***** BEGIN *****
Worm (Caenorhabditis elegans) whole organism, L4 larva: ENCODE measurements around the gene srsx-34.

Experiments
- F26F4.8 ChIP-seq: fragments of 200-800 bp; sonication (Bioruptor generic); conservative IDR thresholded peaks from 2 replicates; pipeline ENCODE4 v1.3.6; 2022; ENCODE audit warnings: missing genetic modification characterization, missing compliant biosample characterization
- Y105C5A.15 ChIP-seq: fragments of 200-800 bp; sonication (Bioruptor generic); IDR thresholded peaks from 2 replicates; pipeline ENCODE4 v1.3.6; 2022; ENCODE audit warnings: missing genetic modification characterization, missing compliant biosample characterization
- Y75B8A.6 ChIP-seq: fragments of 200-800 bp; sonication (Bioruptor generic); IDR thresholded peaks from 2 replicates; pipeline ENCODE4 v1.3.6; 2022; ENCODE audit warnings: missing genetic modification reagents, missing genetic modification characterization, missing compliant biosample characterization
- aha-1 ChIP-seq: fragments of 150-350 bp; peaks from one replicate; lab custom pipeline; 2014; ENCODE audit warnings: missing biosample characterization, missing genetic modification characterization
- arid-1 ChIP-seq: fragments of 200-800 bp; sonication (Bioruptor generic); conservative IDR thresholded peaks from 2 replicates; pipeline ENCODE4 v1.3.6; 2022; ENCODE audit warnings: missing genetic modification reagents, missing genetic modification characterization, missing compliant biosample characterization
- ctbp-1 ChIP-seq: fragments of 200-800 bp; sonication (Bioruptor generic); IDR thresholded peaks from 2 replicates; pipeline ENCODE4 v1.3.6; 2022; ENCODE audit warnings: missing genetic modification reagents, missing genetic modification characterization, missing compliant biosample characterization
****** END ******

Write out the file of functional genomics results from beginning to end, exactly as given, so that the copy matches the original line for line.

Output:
Worm (Caenorhabditis elegans) whole organism, L4 larva: ENCODE measurements around the gene srsx-34.

Experiments
- F26F4.8 ChIP-seq: fragments of 200-800 bp; sonication (Bioruptor generic); conservative IDR thresholded peaks from 2 replicates; pipeline ENCODE4 v1.3.6; 2022; ENCODE audit warnings: missing genetic modification characterization, missing compliant biosample characterization
- Y105C5A.15 ChIP-seq: fragments of 200-800 bp; sonication (Bioruptor generic); IDR thresholded peaks from 2 replicates; pipeline ENCODE4 v1.3.6; 2022; ENCODE audit warnings: missing genetic modification characterization, missing compliant biosample characterization
- Y75B8A.6 ChIP-seq: fragments of 200-800 bp; sonication (Bioruptor generic); IDR thresholded peaks from 2 replicates; pipeline ENCODE4 v1.3.6; 2022; ENCODE audit warnings: missing genetic modification reagents, missing genetic modification characterization, missing compliant biosample characterization
- aha-1 ChIP-seq: fragments of 150-350 bp; peaks from one replicate; lab custom pipeline; 2014; ENCODE audit warnings: missing biosample characterization, missing genetic modification characterization
- arid-1 ChIP-seq: fragments of 200-800 bp; sonication (Bioruptor generic); conservative IDR thresholded peaks from 2 replicates; pipeline ENCODE4 v1.3.6; 2022; ENCODE audit warnings: missing genetic modification reagents, missing genetic modification characterization, missing compliant biosample characterization
- ctbp-1 ChIP-seq: fragments of 200-800 bp; sonication (Bioruptor generic); IDR thresholded peaks from 2 replicates; pipeline ENCODE4 v1.3.6; 2022; ENCODE audit warnings: missing genetic modification reagents, missing genetic modification characterization, missing compliant biosample characterization